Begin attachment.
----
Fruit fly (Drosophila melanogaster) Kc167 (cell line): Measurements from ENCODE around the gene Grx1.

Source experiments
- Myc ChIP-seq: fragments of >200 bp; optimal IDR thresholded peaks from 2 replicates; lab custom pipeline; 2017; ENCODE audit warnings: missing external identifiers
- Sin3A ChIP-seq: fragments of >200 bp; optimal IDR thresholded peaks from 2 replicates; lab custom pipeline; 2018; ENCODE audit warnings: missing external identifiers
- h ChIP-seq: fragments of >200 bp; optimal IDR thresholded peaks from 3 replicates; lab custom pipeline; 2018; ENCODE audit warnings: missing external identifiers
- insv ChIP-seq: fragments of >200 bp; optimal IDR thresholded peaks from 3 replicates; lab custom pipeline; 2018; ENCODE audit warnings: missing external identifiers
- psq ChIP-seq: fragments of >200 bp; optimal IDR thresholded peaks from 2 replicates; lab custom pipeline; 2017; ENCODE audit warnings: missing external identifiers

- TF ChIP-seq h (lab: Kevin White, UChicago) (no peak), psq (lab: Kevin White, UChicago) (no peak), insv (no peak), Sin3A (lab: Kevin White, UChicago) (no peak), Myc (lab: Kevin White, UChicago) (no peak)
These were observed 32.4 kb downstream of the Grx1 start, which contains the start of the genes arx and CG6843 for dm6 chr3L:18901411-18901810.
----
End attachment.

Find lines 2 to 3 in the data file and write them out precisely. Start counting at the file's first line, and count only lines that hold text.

Source experiments
- Myc ChIP-seq: fragments of >200 bp; optimal IDR thresholded peaks from 2 replicates; lab custom pipeline; 2017; ENCODE audit warnings: missing external identifiers